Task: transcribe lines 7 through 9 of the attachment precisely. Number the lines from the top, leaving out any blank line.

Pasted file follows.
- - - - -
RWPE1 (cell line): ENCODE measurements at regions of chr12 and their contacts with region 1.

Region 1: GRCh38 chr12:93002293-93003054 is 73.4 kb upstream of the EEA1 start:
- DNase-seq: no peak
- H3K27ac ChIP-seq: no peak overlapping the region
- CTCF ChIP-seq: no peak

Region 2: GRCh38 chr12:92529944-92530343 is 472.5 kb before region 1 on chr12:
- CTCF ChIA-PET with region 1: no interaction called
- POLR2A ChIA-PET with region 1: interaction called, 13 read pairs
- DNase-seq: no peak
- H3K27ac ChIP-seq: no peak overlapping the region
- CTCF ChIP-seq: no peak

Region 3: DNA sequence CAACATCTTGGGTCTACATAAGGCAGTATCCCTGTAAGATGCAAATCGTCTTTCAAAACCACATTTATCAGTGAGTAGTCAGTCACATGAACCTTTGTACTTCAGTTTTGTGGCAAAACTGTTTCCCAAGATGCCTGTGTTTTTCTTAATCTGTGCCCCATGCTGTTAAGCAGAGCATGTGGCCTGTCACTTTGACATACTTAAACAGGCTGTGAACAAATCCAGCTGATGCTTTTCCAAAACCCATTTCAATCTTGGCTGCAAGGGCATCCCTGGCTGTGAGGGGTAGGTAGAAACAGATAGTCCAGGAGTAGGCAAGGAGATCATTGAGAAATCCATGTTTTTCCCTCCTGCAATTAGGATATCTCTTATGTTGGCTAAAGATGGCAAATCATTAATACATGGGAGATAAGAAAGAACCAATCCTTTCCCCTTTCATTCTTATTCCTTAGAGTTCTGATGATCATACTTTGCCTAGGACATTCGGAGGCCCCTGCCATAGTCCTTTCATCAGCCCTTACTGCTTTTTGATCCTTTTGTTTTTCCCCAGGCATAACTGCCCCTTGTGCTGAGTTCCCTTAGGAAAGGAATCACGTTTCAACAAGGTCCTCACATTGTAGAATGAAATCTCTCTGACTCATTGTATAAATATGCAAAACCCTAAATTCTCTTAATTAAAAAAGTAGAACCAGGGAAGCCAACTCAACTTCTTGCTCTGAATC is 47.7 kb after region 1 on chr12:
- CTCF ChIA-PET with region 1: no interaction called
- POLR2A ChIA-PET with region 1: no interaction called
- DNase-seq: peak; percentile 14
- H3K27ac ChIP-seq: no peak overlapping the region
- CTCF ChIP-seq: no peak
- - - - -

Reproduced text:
- CTCF ChIA-PET with region 1: no interaction called
- POLR2A ChIA-PET with region 1: interaction called, 13 read pairs
- DNase-seq: no peak